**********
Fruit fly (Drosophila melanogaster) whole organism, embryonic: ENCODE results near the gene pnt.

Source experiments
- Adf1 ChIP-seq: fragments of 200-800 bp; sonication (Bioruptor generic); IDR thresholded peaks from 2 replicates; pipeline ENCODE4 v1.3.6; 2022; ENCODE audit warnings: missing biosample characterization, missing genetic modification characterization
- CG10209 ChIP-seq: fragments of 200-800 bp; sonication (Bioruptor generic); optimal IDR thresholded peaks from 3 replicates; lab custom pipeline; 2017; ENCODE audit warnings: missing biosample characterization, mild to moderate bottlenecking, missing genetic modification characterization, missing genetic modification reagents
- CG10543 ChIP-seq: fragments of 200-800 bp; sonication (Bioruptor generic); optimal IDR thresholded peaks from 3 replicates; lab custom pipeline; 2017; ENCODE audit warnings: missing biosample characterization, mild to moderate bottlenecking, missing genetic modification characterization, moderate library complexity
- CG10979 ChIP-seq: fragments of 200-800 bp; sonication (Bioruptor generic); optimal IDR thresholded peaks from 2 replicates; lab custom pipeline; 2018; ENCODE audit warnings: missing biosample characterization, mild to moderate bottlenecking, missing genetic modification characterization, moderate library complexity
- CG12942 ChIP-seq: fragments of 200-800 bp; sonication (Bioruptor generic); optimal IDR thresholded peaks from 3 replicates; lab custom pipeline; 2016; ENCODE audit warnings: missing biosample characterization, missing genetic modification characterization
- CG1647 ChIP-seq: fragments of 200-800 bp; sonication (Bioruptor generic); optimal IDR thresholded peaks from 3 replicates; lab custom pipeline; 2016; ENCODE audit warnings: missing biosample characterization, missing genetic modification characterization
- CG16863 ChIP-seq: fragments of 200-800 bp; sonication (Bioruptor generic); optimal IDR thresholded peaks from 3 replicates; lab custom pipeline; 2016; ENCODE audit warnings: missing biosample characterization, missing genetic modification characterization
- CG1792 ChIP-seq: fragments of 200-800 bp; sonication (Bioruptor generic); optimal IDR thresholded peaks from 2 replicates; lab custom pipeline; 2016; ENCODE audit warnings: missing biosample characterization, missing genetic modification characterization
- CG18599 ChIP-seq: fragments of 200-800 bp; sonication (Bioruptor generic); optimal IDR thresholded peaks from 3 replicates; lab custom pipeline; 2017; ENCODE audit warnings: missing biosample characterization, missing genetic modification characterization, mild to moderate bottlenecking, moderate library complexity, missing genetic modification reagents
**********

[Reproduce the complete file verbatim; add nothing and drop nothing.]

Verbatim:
Fruit fly (Drosophila melanogaster) whole organism, embryonic: ENCODE results near the gene pnt.

Source experiments
- Adf1 ChIP-seq: fragments of 200-800 bp; sonication (Bioruptor generic); IDR thresholded peaks from 2 replicates; pipeline ENCODE4 v1.3.6; 2022; ENCODE audit warnings: missing biosample characterization, missing genetic modification characterization
- CG10209 ChIP-seq: fragments of 200-800 bp; sonication (Bioruptor generic); optimal IDR thresholded peaks from 3 replicates; lab custom pipeline; 2017; ENCODE audit warnings: missing biosample characterization, mild to moderate bottlenecking, missing genetic modification characterization, missing genetic modification reagents
- CG10543 ChIP-seq: fragments of 200-800 bp; sonication (Bioruptor generic); optimal IDR thresholded peaks from 3 replicates; lab custom pipeline; 2017; ENCODE audit warnings: missing biosample characterization, mild to moderate bottlenecking, missing genetic modification characterization, moderate library complexity
- CG10979 ChIP-seq: fragments of 200-800 bp; sonication (Bioruptor generic); optimal IDR thresholded peaks from 2 replicates; lab custom pipeline; 2018; ENCODE audit warnings: missing biosample characterization, mild to moderate bottlenecking, missing genetic modification characterization, moderate library complexity
- CG12942 ChIP-seq: fragments of 200-800 bp; sonication (Bioruptor generic); optimal IDR thresholded peaks from 3 replicates; lab custom pipeline; 2016; ENCODE audit warnings: missing biosample characterization, missing genetic modification characterization
- CG1647 ChIP-seq: fragments of 200-800 bp; sonication (Bioruptor generic); optimal IDR thresholded peaks from 3 replicates; lab custom pipeline; 2016; ENCODE audit warnings: missing biosample characterization, missing genetic modification characterization
- CG16863 ChIP-seq: fragments of 200-800 bp; sonication (Bioruptor generic); optimal IDR thresholded peaks from 3 replicates; lab custom pipeline; 2016; ENCODE audit warnings: missing biosample characterization, missing genetic modification characterization
- CG1792 ChIP-seq: fragments of 200-800 bp; sonication (Bioruptor generic); optimal IDR thresholded peaks from 2 replicates; lab custom pipeline; 2016; ENCODE audit warnings: missing biosample characterization, missing genetic modification characterization
- CG18599 ChIP-seq: fragments of 200-800 bp; sonication (Bioruptor generic); optimal IDR thresholded peaks from 3 replicates; lab custom pipeline; 2017; ENCODE audit warnings: missing biosample characterization, missing genetic modification characterization, mild to moderate bottlenecking, moderate library complexity, missing genetic modification reagents